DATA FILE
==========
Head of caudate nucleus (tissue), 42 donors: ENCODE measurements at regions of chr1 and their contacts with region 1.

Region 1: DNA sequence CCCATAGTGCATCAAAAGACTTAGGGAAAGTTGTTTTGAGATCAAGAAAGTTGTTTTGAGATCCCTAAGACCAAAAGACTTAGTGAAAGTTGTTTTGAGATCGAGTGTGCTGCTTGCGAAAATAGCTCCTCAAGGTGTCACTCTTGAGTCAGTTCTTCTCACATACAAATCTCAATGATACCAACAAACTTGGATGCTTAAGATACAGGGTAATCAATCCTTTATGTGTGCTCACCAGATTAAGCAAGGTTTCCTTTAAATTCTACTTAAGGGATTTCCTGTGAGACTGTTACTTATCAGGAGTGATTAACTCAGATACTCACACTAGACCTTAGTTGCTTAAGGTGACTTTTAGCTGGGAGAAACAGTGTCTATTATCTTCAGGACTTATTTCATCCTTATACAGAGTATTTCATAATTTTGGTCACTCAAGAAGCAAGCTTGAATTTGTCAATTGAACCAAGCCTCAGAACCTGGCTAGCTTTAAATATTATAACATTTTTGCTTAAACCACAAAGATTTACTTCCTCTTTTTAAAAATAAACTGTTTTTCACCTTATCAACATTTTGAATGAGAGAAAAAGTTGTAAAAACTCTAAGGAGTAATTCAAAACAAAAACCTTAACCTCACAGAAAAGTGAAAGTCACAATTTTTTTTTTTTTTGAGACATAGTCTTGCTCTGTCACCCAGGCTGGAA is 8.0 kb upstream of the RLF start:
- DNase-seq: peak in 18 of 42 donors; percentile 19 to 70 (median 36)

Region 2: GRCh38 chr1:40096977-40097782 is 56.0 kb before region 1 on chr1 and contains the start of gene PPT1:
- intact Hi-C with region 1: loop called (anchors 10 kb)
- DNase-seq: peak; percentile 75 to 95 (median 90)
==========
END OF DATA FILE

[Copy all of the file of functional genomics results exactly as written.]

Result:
Head of caudate nucleus (tissue), 42 donors: ENCODE measurements at regions of chr1 and their contacts with region 1.

Region 1: DNA sequence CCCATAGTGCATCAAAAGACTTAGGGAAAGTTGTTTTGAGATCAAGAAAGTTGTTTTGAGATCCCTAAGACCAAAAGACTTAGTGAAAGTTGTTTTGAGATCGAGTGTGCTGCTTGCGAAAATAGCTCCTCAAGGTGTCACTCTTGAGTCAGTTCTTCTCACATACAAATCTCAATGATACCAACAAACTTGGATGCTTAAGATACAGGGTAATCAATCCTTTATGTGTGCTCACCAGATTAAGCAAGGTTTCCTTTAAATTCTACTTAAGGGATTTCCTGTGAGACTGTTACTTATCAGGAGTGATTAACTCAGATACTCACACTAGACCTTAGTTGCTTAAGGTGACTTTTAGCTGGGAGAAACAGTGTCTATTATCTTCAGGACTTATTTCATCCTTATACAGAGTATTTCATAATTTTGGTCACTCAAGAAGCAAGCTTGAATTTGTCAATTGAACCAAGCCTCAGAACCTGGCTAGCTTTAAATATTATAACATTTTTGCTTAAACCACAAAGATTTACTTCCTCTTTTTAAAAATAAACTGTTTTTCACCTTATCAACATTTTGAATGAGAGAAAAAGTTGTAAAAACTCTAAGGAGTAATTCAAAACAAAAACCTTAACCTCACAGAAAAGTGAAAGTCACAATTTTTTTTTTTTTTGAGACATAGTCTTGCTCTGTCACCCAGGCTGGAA is 8.0 kb upstream of the RLF start:
- DNase-seq: peak in 18 of 42 donors; percentile 19 to 70 (median 36)

Region 2: GRCh38 chr1:40096977-40097782 is 56.0 kb before region 1 on chr1 and contains the start of gene PPT1:
- intact Hi-C with region 1: loop called (anchors 10 kb)
- DNase-seq: peak; percentile 75 to 95 (median 90)